I grew up watching network prestige dramas. I’m a huge fan of these cop dramas and medical dramas, and I’m aware that that’s what people gather around. Those are the fireside chats. These go to the homes in the Midwest. You have to look for Queen Sugar. You have to look for The L Word. But this is on Fox. This is going to reach so many people who may not ever have an opportunity to see anyone like this.
There’s a built-in audience for this kind of show already, and then they see a Black transman playing a Black transman on a network TV show getting to be as heroic as a cis white man gets to be on these kinds of shows. What does that feel like?
BMS: It feels right and unreal at the same time. Unreal given that I came from the Midwest, and I never even knew that there were other people like me until I was 20. In the generation that I came up in, everything had to be a secret. So I was thinking for a long time that I’m not going to be able to do what I want to do: performance, being an actor, and being fully myself. Then slowly I came to realize, because of trailblazers that went before me like Laverne Cox, that, “Wait, we can. And maybe I can be a trans actor and maybe I can play a trans character.” And not just a trans character who’s a victim or the butt of a joke, or a villain, or a side character. A whole series regular.” That was only six years ago.
What can other writers and creators learn from the way Lone Star depicts its trans character?
BMS: I think they do a great job of listening to trans people. There isn’t a trans writer in the room right now, but they’ve listened to the input that I have. It’s also part of the Ryan Murphy universe, so I think they learned a lot from the Pose experience and how having actual trans voices and listening to other trans consultants and show runners is what brings the authenticity to a role. Then writing to the humanity of the character and not just what feels sensational about them. The character can just happen to be trans. They can be all these other things, and that is just a part of who they are.
What can you say about Paul’s character arc this season?
BMS: We get to know a lot more about Paul in this season that I’m excited about. What’s great is they’ve sort of built-in the timeline, so time has passed, and because of the quarantine, the team is spending even more time together than they would just being firefighters who work 48-hour shifts together. They’ve changed up even how we respond to calls based on what COVID protocols would be.
What about Paul’s personal life and romantic life?
BMS: To be honest, what I know about his personal life so far is… I think dates are happening. I haven’t seen anything OK’d yet, but we get to know more about his family life, which is interesting.
Would you like to see Paul with a romantic interest?
BMS: Oh yeah, oh yeah. Yeah! Come on! Paul’s been getting in shape! He’s got his quarantine body together! (Laughs.)
When interviewing for the job in the first season, you tell the firefighter captain that being trans means you’ve had to be a step ahead of every one simply because you’re trans, for survival purposes. Was that true for you in your own life as well?
BMS: I think to some degree, yeah. I didn’t know if I knew any trans people growing up. For a long time, I thought I was the only one. And the only real representation I had of an actual trans person was Brandon Teena, and he was murdered. And it was by people he trusted or tried to trust. So I think in the back of my mind I’ve probably always had that: “How much of this do I need to protect?” So yeah, just reading people, keeping an eye on people.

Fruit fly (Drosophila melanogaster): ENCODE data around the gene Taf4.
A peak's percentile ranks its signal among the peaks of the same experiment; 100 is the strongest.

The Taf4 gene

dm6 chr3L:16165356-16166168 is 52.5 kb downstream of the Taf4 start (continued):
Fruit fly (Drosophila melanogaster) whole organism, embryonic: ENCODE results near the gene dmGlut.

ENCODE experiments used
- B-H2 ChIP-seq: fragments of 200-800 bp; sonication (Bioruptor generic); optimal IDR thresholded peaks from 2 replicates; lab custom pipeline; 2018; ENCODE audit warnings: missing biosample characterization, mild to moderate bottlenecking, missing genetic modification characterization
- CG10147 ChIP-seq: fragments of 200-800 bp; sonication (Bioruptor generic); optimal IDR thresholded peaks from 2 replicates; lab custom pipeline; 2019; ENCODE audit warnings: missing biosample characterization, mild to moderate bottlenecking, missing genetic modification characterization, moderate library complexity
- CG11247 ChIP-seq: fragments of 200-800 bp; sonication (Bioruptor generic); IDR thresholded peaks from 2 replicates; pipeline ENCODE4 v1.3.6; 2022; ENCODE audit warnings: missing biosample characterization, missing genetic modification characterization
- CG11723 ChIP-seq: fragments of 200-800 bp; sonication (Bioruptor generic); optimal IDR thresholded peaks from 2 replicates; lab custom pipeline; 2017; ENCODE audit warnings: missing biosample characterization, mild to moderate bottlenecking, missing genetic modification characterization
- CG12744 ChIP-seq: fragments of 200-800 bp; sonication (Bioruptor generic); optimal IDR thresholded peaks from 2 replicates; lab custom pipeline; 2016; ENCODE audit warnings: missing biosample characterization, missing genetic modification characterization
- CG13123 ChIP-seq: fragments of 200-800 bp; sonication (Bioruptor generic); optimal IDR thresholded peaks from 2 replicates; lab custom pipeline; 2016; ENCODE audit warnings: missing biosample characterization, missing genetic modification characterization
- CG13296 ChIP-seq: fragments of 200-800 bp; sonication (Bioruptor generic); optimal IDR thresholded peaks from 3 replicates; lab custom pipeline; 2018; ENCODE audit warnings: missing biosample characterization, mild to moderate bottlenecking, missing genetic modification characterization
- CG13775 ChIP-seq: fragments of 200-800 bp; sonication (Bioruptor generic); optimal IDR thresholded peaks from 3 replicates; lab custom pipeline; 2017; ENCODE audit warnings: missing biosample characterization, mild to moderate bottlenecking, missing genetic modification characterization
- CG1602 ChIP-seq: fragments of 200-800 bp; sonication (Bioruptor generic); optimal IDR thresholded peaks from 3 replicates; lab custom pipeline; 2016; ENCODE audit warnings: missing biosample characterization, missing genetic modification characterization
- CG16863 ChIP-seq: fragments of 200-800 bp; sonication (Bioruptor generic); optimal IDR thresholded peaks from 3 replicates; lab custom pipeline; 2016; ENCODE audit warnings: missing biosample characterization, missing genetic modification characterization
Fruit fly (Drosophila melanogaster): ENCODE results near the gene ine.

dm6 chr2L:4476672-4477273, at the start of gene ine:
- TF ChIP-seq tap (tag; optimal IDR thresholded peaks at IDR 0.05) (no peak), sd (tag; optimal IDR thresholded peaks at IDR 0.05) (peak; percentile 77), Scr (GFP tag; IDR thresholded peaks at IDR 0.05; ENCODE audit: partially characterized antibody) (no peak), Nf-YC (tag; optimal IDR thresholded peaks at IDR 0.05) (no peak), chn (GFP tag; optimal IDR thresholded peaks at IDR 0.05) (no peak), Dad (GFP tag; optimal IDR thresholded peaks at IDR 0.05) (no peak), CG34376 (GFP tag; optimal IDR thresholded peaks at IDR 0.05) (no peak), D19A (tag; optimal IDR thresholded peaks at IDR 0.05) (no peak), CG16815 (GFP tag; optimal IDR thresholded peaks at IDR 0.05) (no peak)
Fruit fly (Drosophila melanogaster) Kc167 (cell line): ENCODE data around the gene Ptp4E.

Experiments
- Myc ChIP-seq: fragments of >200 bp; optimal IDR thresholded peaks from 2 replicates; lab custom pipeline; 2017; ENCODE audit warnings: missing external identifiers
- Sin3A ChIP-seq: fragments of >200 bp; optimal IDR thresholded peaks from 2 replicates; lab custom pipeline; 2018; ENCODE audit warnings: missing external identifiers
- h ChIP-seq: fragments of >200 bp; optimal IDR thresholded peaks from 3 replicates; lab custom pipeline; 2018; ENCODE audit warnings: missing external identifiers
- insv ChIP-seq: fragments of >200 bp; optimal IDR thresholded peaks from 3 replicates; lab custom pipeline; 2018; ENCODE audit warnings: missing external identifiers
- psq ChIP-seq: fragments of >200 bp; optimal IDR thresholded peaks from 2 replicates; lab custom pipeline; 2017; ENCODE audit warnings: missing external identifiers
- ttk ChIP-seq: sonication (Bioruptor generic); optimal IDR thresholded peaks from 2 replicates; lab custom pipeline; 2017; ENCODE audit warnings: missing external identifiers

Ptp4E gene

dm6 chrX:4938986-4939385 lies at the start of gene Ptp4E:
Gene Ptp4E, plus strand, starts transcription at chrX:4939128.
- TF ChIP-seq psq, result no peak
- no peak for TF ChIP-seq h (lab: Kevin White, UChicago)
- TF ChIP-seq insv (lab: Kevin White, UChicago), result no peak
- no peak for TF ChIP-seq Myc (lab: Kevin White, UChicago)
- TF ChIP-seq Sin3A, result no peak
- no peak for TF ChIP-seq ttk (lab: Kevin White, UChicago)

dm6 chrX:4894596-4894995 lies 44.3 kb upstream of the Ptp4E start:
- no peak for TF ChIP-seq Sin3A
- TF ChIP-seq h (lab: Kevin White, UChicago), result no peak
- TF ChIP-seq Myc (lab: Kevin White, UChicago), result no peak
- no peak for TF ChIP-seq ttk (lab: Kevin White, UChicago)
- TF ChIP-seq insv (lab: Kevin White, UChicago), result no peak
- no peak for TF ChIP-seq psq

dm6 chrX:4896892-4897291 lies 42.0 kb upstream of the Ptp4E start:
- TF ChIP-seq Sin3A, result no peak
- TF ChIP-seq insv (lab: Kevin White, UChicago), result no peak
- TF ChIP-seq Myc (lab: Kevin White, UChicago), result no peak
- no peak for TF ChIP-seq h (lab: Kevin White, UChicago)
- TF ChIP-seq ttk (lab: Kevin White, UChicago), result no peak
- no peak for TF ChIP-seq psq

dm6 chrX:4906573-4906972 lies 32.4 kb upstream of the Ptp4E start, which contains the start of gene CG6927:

I grew up in a very Southern Baptist traditional household and a very heteronormative space, so when I did start to hear even just the word “gay,” it was in the negative connotation that kids use in middle school. On talk shows and in tabloids, all I saw were negative depictions of transwomen. I didn’t know an actual transman existed until I was 20. The first was Jamison Green on this website, and I saw this fully functioning adult man, a writer, and he’s all these things I was. Then when I saw that transmen existed, I knew exactly who I was. It was this very beautiful, eye-opening, tears-with-joy moment when I realized that there’s a future for me.
During that same interview, the captain says to you, “Somewhere in this town right now is a kid who’s just like you were. Feeling scared, hopeless. I’d like you to show him or her, or they it’s OK to be who you are.” That’s true of Paul, but that’s also true of you, Brian. What do you hear from young trans and gender-nonconforming people who watch the show?
BMS: It was that line that really hit home for me. That was in the audition material that they sent to me when I wanted to audition. I read that line and felt like that was my life mission as a trans person. Knowing I was different and had all these struggles because I was different, I asked myself this question: Why? Why was I born like this? Just why, why, why?
Then I’m doing this, and parents are telling me now that they don’t feel as afraid for their child because they know they can be a happy, functioning person because of the character and me, the person. Children reach out and say, “You’re my hero, and I can grow up and be like you.” Forty-year-old adults who have never seen anybody like themselves and now feel the courage to be themselves. Well, that’s why. That’s why I went through all that stuff. That’s why I was born the way I was born.